ENTERPRISE — Enterprise native Jennifer Piper started last week as the new executive director of the Wallowa County Chamber of Commerce and is “excited to be back home,” she said in an interview Friday, Dec. 4.
“Now I’m back home in the best place in the world,” said Piper, who was born in Enterprise and spent her childhood there.
Piper, who began Monday, Dec. 7, and replaces the now-retired Vicki Searles, is eager to get to know local business owners and help them make it through the coronavirus pandemic that has plagued so many. Until Friday, she had been unaware of the more than a half-million dollars the Wallowa County Board of Commissioners is doling out in federal Coronavirus Aid, Relief and Economic Security Act funds, but she’s eager to jump right in and help local businesses apply to claim their share.
“That’s certainly something we can do in getting the word out, particularly this time of the year for businesses that rely a bit more on seasonality,” she said.
She has experience in such efforts. At her previous position, where she worked in resort property management in Lincoln City on the Oregon Coast, she helped local businesses deal with the shutdowns that occurred this spring during the first phases of the pandemic.
In addition to Lincoln City, Piper worked in the Portland area for about 10 years after receiving a degree in psychology from the University of Portland with a fine arts minor.
“I’ve always had a passion for the arts,” she said.
Piper does some painting, mostly in acrylics.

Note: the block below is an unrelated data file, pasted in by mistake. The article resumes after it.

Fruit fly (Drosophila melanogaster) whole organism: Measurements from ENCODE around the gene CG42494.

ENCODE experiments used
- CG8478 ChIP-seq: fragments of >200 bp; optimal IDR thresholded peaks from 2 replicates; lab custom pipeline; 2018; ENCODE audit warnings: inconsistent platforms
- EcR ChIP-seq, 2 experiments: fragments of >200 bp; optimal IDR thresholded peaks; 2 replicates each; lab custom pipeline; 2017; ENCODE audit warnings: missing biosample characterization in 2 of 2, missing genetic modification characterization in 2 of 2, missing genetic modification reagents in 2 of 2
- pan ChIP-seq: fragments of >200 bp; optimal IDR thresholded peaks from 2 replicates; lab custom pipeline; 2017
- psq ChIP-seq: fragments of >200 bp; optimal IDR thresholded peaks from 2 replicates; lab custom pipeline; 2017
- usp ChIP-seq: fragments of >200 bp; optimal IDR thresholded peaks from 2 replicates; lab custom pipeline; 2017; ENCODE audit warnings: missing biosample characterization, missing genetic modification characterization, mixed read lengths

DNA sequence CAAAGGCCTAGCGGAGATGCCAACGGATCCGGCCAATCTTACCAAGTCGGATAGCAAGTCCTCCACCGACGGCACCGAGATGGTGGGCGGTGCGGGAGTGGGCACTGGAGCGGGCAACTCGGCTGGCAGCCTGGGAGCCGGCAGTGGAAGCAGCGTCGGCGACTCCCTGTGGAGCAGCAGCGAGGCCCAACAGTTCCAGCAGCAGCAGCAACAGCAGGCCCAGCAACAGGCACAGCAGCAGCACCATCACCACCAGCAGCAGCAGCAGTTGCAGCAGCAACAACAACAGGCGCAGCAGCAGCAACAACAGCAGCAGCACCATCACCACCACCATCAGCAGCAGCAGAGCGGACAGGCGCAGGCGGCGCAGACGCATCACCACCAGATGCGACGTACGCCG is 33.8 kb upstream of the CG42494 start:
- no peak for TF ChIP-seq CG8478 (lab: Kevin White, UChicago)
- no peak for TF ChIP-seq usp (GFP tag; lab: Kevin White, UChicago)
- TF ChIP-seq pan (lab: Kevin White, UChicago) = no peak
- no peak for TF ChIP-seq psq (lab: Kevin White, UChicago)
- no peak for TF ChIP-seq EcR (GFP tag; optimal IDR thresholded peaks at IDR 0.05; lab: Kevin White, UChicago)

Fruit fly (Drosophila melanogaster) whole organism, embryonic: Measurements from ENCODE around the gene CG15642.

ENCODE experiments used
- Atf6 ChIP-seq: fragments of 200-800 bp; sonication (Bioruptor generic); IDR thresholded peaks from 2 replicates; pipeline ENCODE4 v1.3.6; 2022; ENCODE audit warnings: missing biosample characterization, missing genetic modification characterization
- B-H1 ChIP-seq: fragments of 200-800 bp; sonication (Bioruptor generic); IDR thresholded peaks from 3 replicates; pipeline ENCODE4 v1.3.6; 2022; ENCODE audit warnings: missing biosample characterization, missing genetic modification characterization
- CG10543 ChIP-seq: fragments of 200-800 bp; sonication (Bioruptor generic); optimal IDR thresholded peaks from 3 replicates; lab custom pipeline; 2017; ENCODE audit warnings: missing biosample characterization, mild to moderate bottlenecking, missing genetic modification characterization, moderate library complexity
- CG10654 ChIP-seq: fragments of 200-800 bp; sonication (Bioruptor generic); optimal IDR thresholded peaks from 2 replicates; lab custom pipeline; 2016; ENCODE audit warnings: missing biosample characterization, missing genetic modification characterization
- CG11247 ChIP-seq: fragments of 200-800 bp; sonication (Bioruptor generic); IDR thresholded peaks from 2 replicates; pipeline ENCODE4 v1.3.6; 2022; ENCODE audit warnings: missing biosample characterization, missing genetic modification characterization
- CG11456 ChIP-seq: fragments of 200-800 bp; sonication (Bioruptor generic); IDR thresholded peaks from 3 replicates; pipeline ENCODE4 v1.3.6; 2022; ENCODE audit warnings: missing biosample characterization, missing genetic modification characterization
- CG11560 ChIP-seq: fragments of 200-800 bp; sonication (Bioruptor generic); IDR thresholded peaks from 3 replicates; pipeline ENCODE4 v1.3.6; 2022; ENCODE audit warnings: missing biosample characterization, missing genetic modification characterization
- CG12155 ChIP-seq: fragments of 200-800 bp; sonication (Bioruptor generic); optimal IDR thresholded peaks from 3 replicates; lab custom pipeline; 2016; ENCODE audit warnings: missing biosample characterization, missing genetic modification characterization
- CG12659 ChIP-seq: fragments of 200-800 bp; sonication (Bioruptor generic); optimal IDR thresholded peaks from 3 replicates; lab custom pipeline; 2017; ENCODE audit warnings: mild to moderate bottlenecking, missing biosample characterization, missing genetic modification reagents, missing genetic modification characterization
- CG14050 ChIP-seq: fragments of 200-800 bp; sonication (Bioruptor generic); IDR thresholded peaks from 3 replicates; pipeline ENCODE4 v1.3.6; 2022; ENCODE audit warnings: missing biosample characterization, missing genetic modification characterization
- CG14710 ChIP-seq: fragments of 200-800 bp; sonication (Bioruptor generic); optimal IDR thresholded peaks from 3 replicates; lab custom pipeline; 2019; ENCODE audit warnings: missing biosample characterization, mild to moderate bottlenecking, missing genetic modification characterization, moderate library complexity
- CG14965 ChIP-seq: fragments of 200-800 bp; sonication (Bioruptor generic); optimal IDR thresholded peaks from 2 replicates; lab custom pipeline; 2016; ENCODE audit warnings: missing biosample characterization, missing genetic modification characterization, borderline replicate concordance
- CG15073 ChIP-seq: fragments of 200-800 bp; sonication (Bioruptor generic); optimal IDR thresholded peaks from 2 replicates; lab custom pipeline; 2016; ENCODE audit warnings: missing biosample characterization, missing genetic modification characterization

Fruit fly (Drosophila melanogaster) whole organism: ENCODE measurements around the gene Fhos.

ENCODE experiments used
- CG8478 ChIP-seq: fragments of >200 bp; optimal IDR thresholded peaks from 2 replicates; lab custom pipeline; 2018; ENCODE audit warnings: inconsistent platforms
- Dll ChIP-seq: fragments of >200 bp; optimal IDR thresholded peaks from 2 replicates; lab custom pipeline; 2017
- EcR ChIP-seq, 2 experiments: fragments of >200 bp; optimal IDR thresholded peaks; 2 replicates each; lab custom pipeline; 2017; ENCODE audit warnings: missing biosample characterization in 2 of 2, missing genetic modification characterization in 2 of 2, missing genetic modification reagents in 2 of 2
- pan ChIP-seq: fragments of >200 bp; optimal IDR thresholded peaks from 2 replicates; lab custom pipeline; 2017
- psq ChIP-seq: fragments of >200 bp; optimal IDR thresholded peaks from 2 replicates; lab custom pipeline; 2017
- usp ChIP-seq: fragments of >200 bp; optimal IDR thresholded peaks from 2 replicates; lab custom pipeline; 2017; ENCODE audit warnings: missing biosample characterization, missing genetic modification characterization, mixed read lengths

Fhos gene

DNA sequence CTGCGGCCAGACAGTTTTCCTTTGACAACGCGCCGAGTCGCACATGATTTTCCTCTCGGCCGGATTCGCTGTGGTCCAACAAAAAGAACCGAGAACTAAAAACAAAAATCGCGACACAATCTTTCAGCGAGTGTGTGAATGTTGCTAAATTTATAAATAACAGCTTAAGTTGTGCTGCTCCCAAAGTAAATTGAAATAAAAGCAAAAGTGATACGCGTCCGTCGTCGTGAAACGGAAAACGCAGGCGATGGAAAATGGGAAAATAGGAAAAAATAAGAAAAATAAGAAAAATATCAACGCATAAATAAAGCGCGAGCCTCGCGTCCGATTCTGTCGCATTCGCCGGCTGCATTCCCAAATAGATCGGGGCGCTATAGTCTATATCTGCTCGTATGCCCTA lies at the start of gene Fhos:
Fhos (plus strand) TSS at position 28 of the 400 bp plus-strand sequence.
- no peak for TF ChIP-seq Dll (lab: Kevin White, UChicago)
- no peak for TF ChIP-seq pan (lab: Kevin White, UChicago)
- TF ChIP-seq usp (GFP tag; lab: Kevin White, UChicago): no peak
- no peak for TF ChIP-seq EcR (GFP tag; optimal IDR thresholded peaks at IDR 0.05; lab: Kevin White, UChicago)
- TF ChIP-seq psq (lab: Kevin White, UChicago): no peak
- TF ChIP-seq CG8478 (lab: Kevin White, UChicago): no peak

“But I have an appreciation for many different media,” she said.
That appreciation runs in the family. Her dad, Paul Piper, owns Classic Marble Design in Joseph, where he’s worked with local bronze foundries to create the pedestals for bronze statues in the area. Her mom, Gretchen Piper, gets creative with textiles in her business, Enterprise Sewing and Embroidery.
Prior to college, she attended secondary school at Upper Columbia Academy near Spangle, Washington, west of Spokane, except for one year at Joseph High School.
She is married to Damian Huff, a high school and college math teacher who hopes to find a position in the area when he joins her in February. In the meantime, Jennifer said, he’ll substitute and continue with his online math tutoring business.
She said they are avid outdoors people, enjoying what the area has to offer, such as hiking, snow skiing and summer activities on the water. She said although she hasn’t done much fishing or hunting since childhood, those are definitely on the list of things she and Huff plan to do.
Piper is just getting her feet wet with the chamber, but she has one characteristic critical for a chamber executive director: optimism. She is convinced local businesses and their owners can get through the pandemic.
“One thing I’ve always known about the people in Wallowa County is they’re pretty gritty — a tough people,” she said. “Anyone who’s a full-time resident here is gritty. They’re tough and have a lot of ‘stick-to-itiveness’ and I think that’s key to getting through an unusual and challenging time. I think that businesses being flexible and adaptable and open to learning to do things different than they have before is going to make all the difference in how they make it out the other side.”